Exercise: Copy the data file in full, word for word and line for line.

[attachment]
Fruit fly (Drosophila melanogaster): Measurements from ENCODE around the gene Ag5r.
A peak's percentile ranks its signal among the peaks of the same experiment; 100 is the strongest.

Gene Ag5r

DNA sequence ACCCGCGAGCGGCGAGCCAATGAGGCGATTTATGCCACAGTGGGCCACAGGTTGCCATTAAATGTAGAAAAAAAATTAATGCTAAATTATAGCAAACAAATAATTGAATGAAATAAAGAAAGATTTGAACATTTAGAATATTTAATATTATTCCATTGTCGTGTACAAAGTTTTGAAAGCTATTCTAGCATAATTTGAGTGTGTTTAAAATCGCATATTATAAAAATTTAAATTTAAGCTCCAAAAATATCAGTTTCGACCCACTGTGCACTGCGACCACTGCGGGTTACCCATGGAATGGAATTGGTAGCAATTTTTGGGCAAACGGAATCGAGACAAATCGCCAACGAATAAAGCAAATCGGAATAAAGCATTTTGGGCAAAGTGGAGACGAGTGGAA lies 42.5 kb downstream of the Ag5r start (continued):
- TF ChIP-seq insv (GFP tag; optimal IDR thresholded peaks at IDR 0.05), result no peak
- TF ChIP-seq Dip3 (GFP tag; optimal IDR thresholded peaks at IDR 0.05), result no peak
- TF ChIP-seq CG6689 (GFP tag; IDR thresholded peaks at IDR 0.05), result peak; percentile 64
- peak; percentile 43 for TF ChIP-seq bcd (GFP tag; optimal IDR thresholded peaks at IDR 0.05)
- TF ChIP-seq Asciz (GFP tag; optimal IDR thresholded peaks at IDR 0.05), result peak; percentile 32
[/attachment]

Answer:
Fruit fly (Drosophila melanogaster): Measurements from ENCODE around the gene Ag5r.
A peak's percentile ranks its signal among the peaks of the same experiment; 100 is the strongest.

Gene Ag5r

DNA sequence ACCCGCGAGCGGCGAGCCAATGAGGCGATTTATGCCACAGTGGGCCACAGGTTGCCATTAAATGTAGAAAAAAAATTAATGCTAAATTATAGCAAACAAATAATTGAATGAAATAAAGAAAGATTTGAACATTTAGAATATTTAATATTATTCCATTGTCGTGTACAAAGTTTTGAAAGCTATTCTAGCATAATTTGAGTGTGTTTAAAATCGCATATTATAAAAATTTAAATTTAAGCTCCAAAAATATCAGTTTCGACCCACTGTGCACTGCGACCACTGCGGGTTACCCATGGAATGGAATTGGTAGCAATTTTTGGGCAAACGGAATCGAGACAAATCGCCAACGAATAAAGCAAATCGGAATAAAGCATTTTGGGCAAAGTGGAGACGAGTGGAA lies 42.5 kb downstream of the Ag5r start (continued):
- TF ChIP-seq insv (GFP tag; optimal IDR thresholded peaks at IDR 0.05), result no peak
- TF ChIP-seq Dip3 (GFP tag; optimal IDR thresholded peaks at IDR 0.05), result no peak
- TF ChIP-seq CG6689 (GFP tag; IDR thresholded peaks at IDR 0.05), result peak; percentile 64
- peak; percentile 43 for TF ChIP-seq bcd (GFP tag; optimal IDR thresholded peaks at IDR 0.05)
- TF ChIP-seq Asciz (GFP tag; optimal IDR thresholded peaks at IDR 0.05), result peak; percentile 32